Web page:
I, for one, am glad of this. I am mature enough to know that the Muppets can never be exactly the same as they once were, but I'm glad to see that the characters just might go on for future generations. I still love Kermit the Frog, and I always will, and if I ever get nostalgic, I have The Muppet Movie on DVD. For the rest of you fans, who can't think of a better way to support the return of the Muppets than by throwing a bitch fit...well, it would have been hard for you to enjoy it with no heart, anyway.

Tuesday, August 02, 2005

Some More Masters of Animation

There are some animators from the early period that I'm not overly fond of, but I think rate at the very least a mention due to some distinctive works or accomplishments. Rather than devote smaller posts to these animators, I thought I'd mention some of them here.

It's amazing how little is written these days about the Van Bueren Studios. I understand they were of fair popularity--you probably don't really remember seeing any Molly Moo-Cow cartoons (though Molly Moo-Cow and the Butterflies, 1935, is only one of many charming shorts). Today Van Bueren is known better for their much-reviled Felix the Cat series where Felix spoke in an annoying little boy's voice (they are generally well-animated, though, especially Burt Gillett's Bold King Cole, 1936). The cartoons began in 1928 under producer Amadee J. Van Bueren, but were totally revamped by former Disney director Gillett in 1934, introducing the Van Bueren Rainbow Cartoons series, whose major draw was a warm and inviting color pallette. Animation fans mainly remember the Toonerville cartoons, based on the comic strip by Fontaine Fox. My personal favorite VB cartoon is It's a Greek Life (1936), directed by Dan Gordon and starring a centaur shoemaker who is called on by Mercury to repair his winged sandals. But more than anything, the Van Bueren cartoons are mainly a footnote in animation history. Ironically, just two years after Burt Gillett left the Walt Disney Studios in 1934, RKO Radio Pictures, who distributed the Van Bueren cartoons, dropped VB for Disney. The Van Bueren Studios went out of business and were never heard from again.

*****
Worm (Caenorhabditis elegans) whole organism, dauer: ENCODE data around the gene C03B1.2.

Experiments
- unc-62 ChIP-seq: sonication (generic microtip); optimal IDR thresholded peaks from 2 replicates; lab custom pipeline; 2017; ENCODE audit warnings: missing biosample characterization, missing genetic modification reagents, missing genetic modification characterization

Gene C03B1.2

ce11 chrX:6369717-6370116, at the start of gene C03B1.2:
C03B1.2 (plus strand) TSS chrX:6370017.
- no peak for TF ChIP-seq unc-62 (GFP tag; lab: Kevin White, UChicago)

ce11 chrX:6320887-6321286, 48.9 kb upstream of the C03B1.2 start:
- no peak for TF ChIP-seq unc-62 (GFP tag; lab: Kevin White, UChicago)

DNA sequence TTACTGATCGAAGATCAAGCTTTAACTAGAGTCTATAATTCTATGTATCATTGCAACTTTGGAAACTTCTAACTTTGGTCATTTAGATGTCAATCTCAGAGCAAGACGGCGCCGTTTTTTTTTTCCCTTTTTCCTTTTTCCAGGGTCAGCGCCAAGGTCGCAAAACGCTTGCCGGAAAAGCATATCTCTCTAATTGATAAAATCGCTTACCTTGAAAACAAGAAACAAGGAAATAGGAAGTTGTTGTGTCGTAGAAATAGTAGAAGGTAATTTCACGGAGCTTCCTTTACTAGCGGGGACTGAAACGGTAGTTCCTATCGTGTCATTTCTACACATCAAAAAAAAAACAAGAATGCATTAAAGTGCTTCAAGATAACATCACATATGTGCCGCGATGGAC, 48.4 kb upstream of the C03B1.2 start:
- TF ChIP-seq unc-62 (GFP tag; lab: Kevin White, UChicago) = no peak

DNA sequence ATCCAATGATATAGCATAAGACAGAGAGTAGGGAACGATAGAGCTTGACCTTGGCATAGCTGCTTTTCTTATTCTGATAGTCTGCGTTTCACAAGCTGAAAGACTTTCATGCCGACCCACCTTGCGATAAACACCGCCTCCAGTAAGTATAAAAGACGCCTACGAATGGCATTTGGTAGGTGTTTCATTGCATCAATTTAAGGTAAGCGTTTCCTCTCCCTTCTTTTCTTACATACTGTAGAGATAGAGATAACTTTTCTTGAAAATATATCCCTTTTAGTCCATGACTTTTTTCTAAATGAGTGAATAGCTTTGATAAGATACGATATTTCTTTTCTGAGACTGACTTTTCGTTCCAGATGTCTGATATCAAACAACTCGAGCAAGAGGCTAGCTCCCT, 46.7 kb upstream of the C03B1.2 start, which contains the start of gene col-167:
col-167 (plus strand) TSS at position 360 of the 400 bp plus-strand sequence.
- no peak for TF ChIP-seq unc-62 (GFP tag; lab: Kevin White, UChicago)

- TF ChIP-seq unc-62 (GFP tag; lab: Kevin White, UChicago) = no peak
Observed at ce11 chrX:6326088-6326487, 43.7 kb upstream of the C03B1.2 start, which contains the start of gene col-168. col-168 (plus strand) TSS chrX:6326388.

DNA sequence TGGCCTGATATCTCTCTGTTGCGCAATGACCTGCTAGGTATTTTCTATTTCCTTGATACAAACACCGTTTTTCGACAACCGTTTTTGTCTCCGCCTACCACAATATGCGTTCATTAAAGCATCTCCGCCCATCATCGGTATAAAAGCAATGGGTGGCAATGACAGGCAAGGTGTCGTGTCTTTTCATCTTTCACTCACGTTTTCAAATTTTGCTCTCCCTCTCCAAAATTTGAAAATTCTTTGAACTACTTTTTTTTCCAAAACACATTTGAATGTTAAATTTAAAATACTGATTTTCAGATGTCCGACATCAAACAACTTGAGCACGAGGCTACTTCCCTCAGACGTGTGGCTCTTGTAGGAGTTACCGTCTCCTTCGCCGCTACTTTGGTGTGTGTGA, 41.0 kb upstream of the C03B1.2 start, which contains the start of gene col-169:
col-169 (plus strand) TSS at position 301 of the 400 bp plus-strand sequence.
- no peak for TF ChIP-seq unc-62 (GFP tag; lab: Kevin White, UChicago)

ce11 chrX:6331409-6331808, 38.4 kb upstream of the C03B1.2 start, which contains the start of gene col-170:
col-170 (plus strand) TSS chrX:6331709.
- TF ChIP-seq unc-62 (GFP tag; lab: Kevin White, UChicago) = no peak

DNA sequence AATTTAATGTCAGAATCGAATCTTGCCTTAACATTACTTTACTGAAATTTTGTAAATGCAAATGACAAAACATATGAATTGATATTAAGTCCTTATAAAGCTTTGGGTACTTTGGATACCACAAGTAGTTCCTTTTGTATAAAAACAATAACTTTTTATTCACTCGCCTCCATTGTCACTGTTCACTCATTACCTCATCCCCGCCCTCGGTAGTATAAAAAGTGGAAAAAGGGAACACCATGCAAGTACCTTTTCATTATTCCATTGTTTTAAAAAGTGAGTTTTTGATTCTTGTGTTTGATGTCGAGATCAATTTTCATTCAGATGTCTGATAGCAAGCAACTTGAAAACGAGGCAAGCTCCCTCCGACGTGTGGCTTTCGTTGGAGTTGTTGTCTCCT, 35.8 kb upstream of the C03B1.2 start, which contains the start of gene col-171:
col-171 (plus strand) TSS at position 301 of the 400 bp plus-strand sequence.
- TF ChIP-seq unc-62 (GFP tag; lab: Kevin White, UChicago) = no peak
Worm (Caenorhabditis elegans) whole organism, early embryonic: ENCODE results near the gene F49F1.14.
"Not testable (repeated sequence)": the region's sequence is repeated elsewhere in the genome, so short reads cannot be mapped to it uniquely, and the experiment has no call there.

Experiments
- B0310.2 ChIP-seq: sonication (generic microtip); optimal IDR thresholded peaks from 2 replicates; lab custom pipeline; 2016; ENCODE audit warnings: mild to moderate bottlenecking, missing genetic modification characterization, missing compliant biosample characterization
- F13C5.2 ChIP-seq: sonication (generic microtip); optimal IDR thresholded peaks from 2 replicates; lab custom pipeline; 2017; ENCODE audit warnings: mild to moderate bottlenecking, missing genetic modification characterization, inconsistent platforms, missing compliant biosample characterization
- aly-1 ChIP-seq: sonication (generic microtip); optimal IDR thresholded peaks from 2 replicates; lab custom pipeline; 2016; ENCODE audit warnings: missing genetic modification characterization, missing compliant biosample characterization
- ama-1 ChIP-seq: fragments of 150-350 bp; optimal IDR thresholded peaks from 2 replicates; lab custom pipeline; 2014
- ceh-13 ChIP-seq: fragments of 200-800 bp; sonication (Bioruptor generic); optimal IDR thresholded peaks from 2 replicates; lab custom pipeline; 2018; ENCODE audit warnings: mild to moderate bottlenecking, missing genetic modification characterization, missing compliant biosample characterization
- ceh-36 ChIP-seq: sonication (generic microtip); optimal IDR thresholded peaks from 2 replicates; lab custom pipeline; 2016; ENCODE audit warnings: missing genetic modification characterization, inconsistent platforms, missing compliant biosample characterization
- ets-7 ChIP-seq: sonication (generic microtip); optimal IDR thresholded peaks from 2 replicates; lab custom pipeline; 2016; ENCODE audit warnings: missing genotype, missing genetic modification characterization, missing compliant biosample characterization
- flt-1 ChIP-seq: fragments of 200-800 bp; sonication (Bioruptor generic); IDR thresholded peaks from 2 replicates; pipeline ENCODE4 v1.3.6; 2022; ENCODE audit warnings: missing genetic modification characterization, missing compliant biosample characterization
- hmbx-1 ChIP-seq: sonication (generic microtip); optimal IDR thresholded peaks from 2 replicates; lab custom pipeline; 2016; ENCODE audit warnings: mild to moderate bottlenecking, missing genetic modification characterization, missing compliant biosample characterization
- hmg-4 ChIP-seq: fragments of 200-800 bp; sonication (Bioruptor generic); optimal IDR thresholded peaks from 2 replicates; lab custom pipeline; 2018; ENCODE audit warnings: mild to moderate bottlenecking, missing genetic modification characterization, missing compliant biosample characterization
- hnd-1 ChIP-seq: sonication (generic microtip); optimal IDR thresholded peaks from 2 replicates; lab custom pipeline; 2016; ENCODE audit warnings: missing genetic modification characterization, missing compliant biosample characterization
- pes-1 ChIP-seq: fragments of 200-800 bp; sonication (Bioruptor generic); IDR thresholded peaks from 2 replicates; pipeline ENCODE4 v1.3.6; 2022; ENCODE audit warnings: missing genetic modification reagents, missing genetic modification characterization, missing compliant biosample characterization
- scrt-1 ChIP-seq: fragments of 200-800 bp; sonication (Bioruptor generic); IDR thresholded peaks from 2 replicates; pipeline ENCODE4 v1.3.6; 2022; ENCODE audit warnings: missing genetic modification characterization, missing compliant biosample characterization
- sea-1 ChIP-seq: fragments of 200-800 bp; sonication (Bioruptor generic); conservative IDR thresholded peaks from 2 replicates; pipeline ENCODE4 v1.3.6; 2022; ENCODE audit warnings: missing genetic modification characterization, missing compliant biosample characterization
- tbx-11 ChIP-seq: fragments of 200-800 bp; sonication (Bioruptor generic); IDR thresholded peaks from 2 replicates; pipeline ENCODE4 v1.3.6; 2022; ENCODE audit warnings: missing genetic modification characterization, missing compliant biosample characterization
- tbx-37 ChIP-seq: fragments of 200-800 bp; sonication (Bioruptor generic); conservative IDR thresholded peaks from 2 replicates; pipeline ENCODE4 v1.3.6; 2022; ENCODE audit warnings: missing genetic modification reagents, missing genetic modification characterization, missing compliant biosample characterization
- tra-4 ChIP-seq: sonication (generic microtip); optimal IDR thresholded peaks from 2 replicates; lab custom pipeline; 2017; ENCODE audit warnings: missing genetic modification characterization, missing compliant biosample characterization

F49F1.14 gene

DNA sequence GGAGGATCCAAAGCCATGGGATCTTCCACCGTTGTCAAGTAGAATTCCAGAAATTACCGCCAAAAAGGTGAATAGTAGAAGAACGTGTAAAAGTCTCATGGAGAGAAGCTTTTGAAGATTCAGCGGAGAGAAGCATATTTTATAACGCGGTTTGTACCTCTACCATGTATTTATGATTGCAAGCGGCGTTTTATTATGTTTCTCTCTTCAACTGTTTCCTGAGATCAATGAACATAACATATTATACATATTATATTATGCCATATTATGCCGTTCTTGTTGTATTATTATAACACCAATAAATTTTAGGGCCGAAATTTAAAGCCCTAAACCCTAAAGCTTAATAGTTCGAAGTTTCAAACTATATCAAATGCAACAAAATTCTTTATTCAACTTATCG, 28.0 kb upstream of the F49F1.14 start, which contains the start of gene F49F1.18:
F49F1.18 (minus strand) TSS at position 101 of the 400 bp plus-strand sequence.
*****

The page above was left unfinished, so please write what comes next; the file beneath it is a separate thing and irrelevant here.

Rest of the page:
Here's their racially weird cartoon The Black Duck.

HUGH HARMAN (1903-1982) and RUDOLF ISING (1903-1992)
Harman and Ising worked with Walt Disney and Ub Iwerks at the Kansas City Film Ad Agency, and followed them to work on Laugh-O-Grams, Alice Comedies, and Oswald the Lucky Rabbit. For whatever reason, their relationship with the Disney brothers was not a very friendly one, and when Charles Mintz infamously stole Oswald the Lucky Rabbit and hired off the staff, Harman and Ising were among the first recruits. But when Carl Laemmle instead gave the series to Walter Lantz, they weren't hired by Universal. With the help of animator friend Friz Freleng, Harman and Ising went on to produce a pilot film for a new series, Bosko the Talk-Ink Kid in 1929. Bosko was a Negro caricature (mostly because the heavy blacks made the character easier to animate) who sang and danced. In his first appearance, he speaks in a stereotypical Negro voice, but for the series, his voice was changed to sound, well, exactly like Mickey Mouse. In fact, the Bosko cartoons are heavily derivative of Mickey Mouse, no matter how enjoyable the cartoons actually are (hell, in Big Man from the North, 1931, Bosko even tangles with Pegleg Pete!). The cartoon was sold to independent producer Leon Schlesinger, who sold Warner Bros. the idea to make a series of cartoons featuring music they were trying to sell in sheet form. This series was, of course, Looney Tunes, and the first of these shorts in 1930, Sinkin' in the Bathtub, starred Bosko, who would star in 39 more of them. Hugh Harman mostly oversaw Looney Tunes, as Rudy Ising was moved over to start a companion series of his own for Warners, Merrie Melodies, which began in 1931 with Smile, Darn Ya, Smile.

This is Hittin' the Trail for Hallejujah Land.